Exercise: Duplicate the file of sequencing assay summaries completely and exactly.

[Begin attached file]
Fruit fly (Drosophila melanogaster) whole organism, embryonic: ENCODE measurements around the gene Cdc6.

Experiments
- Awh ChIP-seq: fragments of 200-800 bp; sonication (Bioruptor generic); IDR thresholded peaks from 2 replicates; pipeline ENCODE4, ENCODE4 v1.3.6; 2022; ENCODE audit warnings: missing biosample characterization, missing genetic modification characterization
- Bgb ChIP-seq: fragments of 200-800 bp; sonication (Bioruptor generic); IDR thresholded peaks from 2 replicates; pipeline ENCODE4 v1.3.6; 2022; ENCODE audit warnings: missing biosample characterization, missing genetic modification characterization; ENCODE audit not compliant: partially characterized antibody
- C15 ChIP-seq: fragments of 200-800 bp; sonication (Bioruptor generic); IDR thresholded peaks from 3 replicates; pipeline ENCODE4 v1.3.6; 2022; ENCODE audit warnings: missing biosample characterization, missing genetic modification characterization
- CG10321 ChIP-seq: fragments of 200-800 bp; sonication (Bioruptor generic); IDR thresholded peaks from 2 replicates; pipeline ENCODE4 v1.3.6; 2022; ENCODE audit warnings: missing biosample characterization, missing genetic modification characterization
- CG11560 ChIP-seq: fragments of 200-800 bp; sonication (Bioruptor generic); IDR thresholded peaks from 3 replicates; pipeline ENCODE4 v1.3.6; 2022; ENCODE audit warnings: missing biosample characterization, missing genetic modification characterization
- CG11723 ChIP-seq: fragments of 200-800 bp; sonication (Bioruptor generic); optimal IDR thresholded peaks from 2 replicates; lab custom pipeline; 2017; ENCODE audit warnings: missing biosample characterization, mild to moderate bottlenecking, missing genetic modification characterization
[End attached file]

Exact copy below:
Fruit fly (Drosophila melanogaster) whole organism, embryonic: ENCODE measurements around the gene Cdc6.

Experiments
- Awh ChIP-seq: fragments of 200-800 bp; sonication (Bioruptor generic); IDR thresholded peaks from 2 replicates; pipeline ENCODE4, ENCODE4 v1.3.6; 2022; ENCODE audit warnings: missing biosample characterization, missing genetic modification characterization
- Bgb ChIP-seq: fragments of 200-800 bp; sonication (Bioruptor generic); IDR thresholded peaks from 2 replicates; pipeline ENCODE4 v1.3.6; 2022; ENCODE audit warnings: missing biosample characterization, missing genetic modification characterization; ENCODE audit not compliant: partially characterized antibody
- C15 ChIP-seq: fragments of 200-800 bp; sonication (Bioruptor generic); IDR thresholded peaks from 3 replicates; pipeline ENCODE4 v1.3.6; 2022; ENCODE audit warnings: missing biosample characterization, missing genetic modification characterization
- CG10321 ChIP-seq: fragments of 200-800 bp; sonication (Bioruptor generic); IDR thresholded peaks from 2 replicates; pipeline ENCODE4 v1.3.6; 2022; ENCODE audit warnings: missing biosample characterization, missing genetic modification characterization
- CG11560 ChIP-seq: fragments of 200-800 bp; sonication (Bioruptor generic); IDR thresholded peaks from 3 replicates; pipeline ENCODE4 v1.3.6; 2022; ENCODE audit warnings: missing biosample characterization, missing genetic modification characterization
- CG11723 ChIP-seq: fragments of 200-800 bp; sonication (Bioruptor generic); optimal IDR thresholded peaks from 2 replicates; lab custom pipeline; 2017; ENCODE audit warnings: missing biosample characterization, mild to moderate bottlenecking, missing genetic modification characterization